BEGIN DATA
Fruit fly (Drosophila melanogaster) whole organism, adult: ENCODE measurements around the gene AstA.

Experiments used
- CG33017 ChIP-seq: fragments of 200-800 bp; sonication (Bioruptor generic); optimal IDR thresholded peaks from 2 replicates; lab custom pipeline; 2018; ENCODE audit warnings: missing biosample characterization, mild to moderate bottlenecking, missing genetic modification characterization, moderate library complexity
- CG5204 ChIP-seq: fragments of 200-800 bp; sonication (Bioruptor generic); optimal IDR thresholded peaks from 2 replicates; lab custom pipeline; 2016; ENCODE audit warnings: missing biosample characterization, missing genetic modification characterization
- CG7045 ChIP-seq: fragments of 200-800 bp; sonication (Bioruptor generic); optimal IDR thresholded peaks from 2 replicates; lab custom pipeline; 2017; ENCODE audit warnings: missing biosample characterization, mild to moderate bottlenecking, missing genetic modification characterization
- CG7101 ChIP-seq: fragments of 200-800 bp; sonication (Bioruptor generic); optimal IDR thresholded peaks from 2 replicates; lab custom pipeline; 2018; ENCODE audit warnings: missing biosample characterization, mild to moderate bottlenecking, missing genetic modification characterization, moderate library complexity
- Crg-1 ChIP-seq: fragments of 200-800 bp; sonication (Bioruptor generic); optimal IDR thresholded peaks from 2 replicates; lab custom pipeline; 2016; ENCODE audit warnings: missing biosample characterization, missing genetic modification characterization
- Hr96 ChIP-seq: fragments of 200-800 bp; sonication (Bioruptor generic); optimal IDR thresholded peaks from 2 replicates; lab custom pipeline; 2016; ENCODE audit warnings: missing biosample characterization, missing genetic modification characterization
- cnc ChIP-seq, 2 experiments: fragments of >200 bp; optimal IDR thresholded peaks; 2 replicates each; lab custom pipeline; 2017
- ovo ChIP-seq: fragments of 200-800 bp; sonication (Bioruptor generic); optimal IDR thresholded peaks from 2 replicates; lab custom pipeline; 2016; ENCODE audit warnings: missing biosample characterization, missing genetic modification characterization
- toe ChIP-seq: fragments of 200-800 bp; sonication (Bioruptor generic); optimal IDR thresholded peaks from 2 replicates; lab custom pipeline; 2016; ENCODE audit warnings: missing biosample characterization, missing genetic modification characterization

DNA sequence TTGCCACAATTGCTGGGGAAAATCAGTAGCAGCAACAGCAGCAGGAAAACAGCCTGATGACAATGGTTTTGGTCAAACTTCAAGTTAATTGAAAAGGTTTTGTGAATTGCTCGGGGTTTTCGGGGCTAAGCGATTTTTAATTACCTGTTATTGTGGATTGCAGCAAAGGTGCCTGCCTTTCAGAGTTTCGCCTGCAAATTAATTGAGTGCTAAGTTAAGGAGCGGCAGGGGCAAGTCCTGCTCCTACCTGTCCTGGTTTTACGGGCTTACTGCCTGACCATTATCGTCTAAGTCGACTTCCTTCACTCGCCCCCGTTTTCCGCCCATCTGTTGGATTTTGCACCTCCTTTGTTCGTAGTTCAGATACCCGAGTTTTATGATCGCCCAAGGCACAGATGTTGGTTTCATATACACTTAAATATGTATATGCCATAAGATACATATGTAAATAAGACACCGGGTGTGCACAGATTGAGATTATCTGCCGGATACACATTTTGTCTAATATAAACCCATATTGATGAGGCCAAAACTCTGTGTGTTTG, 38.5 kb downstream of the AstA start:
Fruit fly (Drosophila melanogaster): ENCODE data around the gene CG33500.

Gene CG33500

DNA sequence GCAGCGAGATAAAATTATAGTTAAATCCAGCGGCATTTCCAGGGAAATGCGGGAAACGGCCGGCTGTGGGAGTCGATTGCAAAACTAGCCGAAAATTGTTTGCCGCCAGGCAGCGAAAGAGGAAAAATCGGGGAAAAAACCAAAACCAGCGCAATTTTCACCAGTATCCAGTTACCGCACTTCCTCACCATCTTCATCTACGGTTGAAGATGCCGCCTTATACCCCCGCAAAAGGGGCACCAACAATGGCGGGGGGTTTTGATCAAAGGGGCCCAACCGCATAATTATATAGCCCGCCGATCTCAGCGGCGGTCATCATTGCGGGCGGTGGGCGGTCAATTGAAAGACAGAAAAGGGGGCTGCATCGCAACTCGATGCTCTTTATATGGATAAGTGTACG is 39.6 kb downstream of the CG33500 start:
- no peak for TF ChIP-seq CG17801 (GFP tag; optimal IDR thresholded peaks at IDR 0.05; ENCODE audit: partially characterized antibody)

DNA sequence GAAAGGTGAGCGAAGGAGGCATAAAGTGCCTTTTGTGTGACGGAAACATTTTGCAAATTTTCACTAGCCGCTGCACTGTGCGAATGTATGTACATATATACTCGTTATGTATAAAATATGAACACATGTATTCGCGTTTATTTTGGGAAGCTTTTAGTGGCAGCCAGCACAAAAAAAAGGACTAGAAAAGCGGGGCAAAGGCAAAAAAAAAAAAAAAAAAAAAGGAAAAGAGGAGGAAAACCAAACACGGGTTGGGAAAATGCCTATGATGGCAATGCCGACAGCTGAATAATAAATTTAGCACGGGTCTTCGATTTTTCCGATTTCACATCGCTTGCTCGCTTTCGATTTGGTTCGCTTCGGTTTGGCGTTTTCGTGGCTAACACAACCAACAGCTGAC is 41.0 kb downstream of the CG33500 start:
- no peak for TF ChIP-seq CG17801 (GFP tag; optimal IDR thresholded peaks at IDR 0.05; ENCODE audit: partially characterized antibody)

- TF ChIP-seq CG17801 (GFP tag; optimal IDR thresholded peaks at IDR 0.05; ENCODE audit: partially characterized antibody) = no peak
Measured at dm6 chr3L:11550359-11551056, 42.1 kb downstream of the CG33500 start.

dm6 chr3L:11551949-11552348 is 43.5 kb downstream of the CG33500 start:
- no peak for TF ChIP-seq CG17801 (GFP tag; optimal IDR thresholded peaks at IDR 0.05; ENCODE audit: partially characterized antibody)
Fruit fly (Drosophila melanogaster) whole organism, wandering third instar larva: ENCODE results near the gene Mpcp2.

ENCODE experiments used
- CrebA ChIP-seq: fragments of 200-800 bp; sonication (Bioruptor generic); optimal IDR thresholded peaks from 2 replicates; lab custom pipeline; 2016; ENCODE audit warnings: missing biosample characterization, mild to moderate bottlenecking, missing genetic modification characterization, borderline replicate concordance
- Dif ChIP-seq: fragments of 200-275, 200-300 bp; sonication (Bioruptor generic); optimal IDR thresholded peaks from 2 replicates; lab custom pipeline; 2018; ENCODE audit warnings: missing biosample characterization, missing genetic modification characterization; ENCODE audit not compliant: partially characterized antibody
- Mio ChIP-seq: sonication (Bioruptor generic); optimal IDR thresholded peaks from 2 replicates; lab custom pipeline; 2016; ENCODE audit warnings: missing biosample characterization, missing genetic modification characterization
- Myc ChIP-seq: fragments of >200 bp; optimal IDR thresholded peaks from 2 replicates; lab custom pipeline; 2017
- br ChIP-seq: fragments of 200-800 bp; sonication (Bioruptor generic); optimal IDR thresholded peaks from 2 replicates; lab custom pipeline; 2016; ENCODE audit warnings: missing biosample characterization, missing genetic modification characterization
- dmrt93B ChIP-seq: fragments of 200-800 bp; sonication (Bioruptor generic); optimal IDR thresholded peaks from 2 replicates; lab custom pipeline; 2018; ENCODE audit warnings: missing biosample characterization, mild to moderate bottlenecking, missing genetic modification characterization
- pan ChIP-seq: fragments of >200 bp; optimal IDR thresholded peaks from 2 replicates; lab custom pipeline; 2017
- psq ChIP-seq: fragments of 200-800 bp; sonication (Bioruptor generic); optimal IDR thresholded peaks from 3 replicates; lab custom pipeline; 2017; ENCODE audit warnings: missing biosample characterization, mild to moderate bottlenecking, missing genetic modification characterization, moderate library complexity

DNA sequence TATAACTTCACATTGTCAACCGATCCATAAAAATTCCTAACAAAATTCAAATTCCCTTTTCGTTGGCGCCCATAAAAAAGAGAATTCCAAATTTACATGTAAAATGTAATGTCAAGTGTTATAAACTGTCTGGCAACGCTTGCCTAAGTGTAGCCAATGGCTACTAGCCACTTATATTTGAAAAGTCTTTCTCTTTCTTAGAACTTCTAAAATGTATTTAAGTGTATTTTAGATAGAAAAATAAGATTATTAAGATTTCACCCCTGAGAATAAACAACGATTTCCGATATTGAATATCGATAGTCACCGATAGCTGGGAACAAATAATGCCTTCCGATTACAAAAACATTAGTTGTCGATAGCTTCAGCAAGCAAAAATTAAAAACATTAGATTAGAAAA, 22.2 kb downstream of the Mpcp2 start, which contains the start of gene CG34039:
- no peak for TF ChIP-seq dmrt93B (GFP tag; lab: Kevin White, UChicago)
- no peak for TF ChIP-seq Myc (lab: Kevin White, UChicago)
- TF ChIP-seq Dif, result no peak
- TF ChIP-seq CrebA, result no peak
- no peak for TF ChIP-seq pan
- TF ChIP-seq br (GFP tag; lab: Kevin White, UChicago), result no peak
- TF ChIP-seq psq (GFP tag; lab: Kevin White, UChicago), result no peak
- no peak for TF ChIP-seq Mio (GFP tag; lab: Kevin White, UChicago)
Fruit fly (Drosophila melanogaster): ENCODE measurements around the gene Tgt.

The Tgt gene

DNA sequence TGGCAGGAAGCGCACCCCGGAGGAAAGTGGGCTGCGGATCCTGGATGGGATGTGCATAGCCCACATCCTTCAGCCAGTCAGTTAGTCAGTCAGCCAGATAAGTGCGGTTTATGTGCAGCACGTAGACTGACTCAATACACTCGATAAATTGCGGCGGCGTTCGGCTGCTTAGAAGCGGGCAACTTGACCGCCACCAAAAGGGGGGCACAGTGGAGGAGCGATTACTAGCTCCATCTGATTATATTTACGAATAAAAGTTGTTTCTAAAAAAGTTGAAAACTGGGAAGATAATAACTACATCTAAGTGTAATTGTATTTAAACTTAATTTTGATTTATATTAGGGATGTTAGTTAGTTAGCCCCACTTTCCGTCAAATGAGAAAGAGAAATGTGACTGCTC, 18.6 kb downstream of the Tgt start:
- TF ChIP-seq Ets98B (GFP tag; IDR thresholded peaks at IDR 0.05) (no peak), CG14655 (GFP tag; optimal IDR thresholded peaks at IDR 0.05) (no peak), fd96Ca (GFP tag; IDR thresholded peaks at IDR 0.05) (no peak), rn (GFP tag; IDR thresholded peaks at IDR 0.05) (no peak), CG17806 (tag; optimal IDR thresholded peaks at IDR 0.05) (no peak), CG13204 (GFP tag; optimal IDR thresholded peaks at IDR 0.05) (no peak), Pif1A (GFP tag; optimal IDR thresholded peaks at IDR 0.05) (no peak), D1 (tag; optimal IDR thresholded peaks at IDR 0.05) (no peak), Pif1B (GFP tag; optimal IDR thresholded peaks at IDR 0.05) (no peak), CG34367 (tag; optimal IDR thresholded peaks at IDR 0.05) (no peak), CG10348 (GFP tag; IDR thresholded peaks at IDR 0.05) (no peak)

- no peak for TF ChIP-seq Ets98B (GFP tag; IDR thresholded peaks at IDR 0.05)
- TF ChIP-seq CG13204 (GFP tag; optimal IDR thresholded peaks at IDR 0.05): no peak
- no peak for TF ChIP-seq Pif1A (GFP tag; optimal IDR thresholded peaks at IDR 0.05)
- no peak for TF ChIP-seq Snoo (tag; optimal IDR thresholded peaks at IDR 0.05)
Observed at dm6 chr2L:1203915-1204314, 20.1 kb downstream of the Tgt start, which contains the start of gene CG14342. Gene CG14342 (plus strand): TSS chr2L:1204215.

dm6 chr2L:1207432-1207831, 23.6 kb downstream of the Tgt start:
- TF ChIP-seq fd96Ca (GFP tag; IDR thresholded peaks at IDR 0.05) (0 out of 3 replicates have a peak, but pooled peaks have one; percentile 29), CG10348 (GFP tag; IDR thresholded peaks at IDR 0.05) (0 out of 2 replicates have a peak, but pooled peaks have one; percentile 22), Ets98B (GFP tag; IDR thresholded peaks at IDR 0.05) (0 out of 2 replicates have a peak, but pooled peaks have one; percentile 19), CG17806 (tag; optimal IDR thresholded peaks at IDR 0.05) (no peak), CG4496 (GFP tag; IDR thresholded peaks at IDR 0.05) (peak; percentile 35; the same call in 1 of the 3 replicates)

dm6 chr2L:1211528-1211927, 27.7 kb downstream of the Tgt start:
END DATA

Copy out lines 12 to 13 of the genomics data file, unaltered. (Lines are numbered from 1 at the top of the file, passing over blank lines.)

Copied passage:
DNA sequence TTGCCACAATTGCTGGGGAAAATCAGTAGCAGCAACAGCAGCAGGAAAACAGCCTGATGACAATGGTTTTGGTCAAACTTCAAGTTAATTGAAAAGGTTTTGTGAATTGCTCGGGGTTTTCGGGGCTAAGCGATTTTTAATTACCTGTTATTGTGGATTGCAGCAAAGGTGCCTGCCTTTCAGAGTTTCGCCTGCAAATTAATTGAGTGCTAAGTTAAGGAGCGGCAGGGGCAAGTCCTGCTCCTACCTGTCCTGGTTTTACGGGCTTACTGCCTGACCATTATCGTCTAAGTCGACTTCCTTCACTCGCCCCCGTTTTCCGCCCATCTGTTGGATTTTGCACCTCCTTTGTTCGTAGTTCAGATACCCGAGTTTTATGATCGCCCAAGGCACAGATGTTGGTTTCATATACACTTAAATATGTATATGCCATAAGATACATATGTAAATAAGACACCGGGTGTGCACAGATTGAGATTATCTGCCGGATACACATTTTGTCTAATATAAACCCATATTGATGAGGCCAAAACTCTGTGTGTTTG, 38.5 kb downstream of the AstA start:
Fruit fly (Drosophila melanogaster): ENCODE data around the gene CG33500.